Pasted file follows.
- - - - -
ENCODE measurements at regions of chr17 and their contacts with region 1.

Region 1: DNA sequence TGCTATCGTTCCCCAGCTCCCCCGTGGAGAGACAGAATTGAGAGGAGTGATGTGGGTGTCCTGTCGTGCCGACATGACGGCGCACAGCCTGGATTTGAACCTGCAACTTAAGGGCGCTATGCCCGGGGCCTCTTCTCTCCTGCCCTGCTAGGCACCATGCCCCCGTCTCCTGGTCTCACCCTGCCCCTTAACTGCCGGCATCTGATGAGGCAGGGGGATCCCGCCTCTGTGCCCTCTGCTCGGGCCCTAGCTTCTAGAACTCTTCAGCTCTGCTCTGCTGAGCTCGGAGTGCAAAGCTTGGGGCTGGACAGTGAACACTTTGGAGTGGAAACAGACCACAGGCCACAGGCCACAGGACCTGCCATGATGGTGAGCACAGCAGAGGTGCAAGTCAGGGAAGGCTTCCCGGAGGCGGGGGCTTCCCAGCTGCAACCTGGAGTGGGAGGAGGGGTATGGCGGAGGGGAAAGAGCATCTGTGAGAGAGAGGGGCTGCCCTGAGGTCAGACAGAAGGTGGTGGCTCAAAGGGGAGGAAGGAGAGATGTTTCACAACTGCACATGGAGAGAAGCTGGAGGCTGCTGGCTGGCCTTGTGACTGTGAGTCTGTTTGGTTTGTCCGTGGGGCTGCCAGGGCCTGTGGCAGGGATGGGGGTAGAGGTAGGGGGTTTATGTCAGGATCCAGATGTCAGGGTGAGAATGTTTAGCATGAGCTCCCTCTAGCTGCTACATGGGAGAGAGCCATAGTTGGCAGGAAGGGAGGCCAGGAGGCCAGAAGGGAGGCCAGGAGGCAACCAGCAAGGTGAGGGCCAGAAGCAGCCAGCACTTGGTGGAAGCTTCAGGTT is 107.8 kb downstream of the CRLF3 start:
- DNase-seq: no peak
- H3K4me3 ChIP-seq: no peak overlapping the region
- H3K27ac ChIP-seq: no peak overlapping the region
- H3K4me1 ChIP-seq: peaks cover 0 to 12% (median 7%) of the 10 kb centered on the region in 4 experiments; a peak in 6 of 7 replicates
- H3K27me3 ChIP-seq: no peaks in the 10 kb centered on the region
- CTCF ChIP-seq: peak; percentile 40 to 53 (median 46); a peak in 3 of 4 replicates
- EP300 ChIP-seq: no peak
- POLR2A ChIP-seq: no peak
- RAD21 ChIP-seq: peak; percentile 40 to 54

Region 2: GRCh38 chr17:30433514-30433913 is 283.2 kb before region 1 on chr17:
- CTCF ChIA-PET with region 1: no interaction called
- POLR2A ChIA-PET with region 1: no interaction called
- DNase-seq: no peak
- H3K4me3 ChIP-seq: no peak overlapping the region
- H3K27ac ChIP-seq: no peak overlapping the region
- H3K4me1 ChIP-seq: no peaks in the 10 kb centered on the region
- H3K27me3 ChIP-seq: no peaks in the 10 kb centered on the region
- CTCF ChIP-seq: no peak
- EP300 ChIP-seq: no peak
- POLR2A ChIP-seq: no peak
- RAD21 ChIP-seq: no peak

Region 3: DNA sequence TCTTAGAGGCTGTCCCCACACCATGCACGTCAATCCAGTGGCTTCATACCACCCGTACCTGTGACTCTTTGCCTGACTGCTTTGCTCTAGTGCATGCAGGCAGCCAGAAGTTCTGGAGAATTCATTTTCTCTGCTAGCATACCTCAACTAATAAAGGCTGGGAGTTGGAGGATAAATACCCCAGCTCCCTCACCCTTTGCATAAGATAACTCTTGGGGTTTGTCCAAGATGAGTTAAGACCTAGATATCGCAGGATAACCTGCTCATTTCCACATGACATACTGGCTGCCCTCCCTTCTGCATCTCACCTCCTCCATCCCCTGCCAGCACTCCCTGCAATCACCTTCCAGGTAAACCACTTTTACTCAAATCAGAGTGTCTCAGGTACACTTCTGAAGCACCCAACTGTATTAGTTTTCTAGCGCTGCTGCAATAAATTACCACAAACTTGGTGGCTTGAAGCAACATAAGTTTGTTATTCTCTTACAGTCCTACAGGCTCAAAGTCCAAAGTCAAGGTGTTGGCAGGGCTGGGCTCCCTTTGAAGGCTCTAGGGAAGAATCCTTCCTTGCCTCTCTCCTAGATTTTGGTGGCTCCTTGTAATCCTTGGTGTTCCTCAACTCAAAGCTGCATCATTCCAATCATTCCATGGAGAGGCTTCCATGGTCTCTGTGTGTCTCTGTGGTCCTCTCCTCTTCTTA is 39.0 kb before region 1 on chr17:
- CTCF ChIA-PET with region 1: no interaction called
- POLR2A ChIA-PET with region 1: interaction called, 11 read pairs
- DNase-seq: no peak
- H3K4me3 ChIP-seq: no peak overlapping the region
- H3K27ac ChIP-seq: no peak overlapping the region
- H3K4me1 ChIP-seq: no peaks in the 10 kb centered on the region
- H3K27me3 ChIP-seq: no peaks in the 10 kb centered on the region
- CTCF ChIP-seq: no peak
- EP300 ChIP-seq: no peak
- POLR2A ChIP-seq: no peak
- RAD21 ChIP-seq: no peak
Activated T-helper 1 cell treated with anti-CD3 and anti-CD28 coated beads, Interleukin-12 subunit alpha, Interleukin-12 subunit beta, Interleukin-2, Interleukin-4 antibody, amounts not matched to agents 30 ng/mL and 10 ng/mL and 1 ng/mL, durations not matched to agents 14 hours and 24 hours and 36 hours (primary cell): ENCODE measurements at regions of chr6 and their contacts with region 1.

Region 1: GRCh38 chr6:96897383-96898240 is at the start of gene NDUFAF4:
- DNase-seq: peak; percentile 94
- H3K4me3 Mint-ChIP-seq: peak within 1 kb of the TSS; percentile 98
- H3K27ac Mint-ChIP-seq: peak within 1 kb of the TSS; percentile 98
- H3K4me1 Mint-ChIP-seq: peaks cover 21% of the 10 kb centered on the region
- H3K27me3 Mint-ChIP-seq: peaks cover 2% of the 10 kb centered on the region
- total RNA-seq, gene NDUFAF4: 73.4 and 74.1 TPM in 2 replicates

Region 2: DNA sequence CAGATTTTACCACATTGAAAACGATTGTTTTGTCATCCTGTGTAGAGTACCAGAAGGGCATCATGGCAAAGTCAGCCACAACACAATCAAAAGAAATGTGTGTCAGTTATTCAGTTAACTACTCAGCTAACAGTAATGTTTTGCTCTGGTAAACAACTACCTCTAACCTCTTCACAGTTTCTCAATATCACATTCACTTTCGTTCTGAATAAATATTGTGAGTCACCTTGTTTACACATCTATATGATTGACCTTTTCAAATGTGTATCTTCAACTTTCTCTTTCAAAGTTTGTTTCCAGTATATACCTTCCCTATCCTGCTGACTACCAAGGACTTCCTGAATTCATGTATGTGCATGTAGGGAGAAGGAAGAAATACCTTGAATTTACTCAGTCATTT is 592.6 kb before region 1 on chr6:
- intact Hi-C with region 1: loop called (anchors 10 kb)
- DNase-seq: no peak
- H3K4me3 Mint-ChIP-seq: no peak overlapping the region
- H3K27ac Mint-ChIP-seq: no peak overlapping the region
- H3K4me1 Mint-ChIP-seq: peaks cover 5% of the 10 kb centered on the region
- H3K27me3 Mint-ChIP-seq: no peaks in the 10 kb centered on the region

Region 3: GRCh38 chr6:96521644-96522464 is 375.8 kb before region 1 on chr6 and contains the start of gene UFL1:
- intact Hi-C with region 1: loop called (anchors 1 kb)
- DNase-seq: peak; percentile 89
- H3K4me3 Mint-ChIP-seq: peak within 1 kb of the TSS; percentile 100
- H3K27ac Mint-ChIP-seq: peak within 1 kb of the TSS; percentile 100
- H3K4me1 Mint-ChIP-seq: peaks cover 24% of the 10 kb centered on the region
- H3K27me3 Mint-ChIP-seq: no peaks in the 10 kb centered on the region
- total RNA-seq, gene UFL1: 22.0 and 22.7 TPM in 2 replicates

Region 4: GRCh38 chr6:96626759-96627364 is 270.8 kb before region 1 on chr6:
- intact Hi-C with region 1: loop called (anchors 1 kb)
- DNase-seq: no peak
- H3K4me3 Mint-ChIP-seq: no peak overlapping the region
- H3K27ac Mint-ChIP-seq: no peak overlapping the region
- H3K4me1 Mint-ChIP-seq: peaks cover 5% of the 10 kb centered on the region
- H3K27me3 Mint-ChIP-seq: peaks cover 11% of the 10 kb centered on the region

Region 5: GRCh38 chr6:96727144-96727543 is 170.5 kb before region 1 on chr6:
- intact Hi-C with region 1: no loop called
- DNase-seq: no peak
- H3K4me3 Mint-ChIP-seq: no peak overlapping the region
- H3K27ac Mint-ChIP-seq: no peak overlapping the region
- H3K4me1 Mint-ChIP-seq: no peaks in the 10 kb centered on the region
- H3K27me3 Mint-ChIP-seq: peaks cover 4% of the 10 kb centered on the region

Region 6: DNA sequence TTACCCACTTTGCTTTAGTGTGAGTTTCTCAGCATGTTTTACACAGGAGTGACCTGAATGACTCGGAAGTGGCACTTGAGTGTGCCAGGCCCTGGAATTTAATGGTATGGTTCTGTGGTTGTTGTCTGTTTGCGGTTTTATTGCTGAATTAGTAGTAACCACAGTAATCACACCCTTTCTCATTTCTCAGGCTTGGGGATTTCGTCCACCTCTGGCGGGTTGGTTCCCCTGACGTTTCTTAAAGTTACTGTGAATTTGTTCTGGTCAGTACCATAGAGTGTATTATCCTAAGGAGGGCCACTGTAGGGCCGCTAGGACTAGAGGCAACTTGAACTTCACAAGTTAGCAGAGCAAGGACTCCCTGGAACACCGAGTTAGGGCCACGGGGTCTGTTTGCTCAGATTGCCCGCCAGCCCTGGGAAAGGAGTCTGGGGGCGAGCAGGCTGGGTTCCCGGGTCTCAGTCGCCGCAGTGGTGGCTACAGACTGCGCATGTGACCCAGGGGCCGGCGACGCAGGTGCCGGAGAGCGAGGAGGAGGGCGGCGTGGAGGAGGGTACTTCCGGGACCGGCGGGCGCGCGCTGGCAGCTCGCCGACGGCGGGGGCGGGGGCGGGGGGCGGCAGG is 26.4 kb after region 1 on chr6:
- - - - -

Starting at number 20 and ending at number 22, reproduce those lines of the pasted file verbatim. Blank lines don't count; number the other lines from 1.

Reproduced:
- CTCF ChIP-seq: no peak
- EP300 ChIP-seq: no peak
- POLR2A ChIP-seq: no peak